CJEU issue preliminary ruling in French blood donation case
This morning (Wednesday, 29 April 2015), the Court of Justice of the European Union (CJEU) ruled that the imposition by EU member states of blood donation bans for men who have sex with men (MSM) may be justified, depending on the situation in each individual member state.
In situations where criteria for blood donations are only based on sexual orientation, this undoubtedly amounts to discrimination and reinforces stigmatisation. With this in mind, ILGA-Europe does agree with the CJEU’s statement in Leger (Case C-528/13) that the principle of proportionality might not be respected by a permanent ban on men who have sex with men from giving blood.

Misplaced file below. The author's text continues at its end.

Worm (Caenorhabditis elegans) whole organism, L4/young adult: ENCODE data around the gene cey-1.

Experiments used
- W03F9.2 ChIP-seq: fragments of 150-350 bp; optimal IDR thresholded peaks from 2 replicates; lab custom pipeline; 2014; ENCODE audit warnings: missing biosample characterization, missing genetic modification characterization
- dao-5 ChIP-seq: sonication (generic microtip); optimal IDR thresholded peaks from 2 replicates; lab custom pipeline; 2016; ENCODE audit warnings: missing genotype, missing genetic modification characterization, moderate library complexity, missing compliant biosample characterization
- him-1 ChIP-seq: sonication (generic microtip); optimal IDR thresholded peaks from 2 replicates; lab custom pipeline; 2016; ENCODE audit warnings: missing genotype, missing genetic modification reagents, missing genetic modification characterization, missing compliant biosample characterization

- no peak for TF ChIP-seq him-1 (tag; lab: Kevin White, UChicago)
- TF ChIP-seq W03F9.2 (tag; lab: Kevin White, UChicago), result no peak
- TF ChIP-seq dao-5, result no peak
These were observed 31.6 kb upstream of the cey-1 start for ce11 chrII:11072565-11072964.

In light of today’s judgment, we urge French authorities to look at alternatives to lifetime restrictions. It is imperative that measures restricting blood donation focus exclusively on the behaviours and practices of prospective blood donors and not on their sexual orientation.
“Stigmatisation does not equate to proper management of blood donations” said ILGA-Europe Senior Policy and Programmes Officer Sophie Aujean. “Candidates for blood donations are more likely to act responsibly and will not give blood if national health authorities explain publicly that they will only focus on the candidates’ practices and not on sexual orientation and if they explain clearly what the risks are.”
The question of blood donation is masking the core issue which is that HIV-AIDS prevention needs to be a priority across Europe. National governments need to adopt effective public policies and strategies to respond effectively to the HIV epidemic.